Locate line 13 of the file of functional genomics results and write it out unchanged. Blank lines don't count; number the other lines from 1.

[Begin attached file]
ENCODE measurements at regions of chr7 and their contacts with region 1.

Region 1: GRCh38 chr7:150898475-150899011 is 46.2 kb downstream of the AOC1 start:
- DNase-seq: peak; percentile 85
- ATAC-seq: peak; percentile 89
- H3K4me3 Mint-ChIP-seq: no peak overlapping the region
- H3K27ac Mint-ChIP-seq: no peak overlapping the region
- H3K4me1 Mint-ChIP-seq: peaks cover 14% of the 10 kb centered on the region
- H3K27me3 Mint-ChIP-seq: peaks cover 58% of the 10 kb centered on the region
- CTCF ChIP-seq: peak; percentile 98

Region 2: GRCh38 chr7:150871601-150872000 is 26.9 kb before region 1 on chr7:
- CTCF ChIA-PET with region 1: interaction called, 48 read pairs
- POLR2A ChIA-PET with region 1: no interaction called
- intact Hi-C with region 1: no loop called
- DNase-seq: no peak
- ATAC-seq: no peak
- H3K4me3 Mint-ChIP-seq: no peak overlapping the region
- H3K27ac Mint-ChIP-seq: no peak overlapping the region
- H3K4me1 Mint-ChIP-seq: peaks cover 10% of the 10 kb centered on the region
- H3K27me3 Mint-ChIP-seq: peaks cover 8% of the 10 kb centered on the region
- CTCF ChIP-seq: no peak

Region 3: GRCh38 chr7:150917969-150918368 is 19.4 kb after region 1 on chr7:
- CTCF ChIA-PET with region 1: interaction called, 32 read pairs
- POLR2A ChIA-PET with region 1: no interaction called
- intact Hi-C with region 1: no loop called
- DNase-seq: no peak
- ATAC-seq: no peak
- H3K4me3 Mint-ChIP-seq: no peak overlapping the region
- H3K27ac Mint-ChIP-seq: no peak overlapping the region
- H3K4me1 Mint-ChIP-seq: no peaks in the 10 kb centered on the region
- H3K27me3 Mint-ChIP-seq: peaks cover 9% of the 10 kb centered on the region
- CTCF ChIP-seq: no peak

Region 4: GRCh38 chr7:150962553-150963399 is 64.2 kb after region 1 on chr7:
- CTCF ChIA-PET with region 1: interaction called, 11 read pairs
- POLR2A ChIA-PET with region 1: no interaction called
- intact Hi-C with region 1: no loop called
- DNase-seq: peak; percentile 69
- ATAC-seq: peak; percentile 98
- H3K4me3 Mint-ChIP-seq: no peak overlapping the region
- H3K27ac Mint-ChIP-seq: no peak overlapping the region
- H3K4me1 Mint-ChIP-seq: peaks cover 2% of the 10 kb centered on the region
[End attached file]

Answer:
- intact Hi-C with region 1: no loop called